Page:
What is book design like when you choose to self-publish your work? Mathias Lord of Hewer Text fills us in.
Book design is something readers appreciate but usually don’t notice. However, if you are a self-publisher, it is crucial to know about book design. What is it, and what are the main differences between book design in traditional publishing and self-publishing?
What is book design?
Today the term usually refers to both cover design and typesetting. In short, the former consists of everything on the outside of the book; the latter everything between the covers.
Seen from a marketing perspective, cover design is supposed to grab your attention, whilst typesetting is meant to be invisible, insofar as it allows the text to communicate clearly and without interruption.
Cover design involves creating the picture or illustration, the word art (title, author name etc), and placing various other information (like quotes and blurbs). It’s the initial pitch that makes the casual browser open or buy a book.
Typesetting is less artistic but more complex. It deals with everything from the broader layout and presentation to specifics such as fonts and line spacing. This is all about making the text flow, look professional and comply with industry standards. There are many formatting rules and details in publishing, and self-publishers will benefit from understanding them.
Readers and writers often think they can do typesetting themselves, but it is a bit like saying that because you’ve ordered the same drink hundreds of times, you can recreate it yourself. (If you do, it may not taste very good!).
Traditional VS Self-Publishing
So how do these processes differ in self-publishing? In essence, the author has more control. The execution is similar, the quality exactly the same, but it’s the author who calls the shots.
It usually happens like this:
The designer and typesetter are given a brief by the author, either specifying what they desire or simply throwing a few ideas and images at them (like which books they like and want theirs to emulate).
Once they have a draft, the author receives this and gives feedback. The number of editing sessions varies, depending on how specific the author has been, and how much they are willing to spend on the services.
Self-publishing is fast. You can have a draft illustration within weeks, and the feedback and edits can be completed quickly and directly.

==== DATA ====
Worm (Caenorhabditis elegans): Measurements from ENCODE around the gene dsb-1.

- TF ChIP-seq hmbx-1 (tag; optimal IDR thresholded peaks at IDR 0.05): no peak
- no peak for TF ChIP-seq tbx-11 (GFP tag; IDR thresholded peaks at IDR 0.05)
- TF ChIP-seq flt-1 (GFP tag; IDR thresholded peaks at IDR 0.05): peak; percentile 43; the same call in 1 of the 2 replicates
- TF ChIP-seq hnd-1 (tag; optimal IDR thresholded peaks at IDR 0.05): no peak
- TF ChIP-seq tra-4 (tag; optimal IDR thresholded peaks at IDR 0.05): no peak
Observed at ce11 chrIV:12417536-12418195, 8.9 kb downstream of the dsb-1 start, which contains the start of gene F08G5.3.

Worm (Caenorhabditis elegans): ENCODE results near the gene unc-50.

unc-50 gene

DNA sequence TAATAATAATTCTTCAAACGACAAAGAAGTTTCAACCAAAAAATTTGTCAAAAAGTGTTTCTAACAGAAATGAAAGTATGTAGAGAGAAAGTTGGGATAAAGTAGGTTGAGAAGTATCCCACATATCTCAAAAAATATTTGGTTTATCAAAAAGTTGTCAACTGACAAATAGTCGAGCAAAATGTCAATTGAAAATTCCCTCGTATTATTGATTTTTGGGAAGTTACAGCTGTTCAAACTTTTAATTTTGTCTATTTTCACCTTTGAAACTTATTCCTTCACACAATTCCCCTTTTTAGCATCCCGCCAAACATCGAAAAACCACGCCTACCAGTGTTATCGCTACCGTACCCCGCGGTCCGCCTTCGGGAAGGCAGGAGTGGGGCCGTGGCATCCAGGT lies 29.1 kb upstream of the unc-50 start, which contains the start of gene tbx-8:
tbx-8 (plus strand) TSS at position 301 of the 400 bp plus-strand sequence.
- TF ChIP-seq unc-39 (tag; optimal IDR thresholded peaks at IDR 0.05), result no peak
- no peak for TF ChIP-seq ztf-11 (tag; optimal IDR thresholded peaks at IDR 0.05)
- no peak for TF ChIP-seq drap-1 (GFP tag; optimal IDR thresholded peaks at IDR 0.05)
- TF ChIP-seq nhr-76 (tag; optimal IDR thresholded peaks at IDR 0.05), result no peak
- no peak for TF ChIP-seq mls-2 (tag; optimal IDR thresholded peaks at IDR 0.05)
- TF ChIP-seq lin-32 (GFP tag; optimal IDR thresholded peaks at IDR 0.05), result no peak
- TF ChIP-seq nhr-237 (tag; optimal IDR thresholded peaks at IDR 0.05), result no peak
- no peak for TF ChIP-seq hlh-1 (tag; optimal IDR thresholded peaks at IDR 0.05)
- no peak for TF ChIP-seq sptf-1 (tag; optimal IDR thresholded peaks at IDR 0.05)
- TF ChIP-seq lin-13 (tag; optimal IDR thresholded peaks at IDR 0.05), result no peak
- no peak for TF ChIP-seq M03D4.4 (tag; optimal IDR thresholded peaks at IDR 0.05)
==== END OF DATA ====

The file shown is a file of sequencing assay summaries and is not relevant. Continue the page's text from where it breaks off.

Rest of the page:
Why is it so fast?
Think of it like this: when a traditional publisher commissions a designer or typesetter, the drafts have to be run by several departments, who all have multiple book projects to juggle, and
differing opinions about how the book should look. This interdepartmental coordination is time-consuming and often side-steps the author. In self-publishing, however, the author is the boss and
“With great power comes great responsibility”
Although this control is mostly positive, it does come with challenges. The author cannot just sit back and enjoy the ride. They need to stay focused. Neither should they try to dictate every minuscule aspect of the book. This will delay the entire project and does not usually result in a better product.
Because there is so much to coordinate and finish before the book is published, it is wise to make a time schedule and stick to it. Limiting the amount of feedback and editing sessions with the designers will save authors a lot of time and money without reducing the quality of the end product. Ask yourself: is this important? Can it wait and be delivered with other feedback?
Don’t try to bite over too much. As a self-publishing author, you have control but also responsibility. Writers should go into the self-publishing process with a plan but also an open mind. Designers and typesetters are patient, helpful and professional but work much better with an organised author.
Mathias is the self-publishing director at Hewer Text (HT-Publishing). He is in charge of coordinating self-publishing projects and consulting with authors. Follow him at @hewertext or contact him at firstname.lastname@example.org.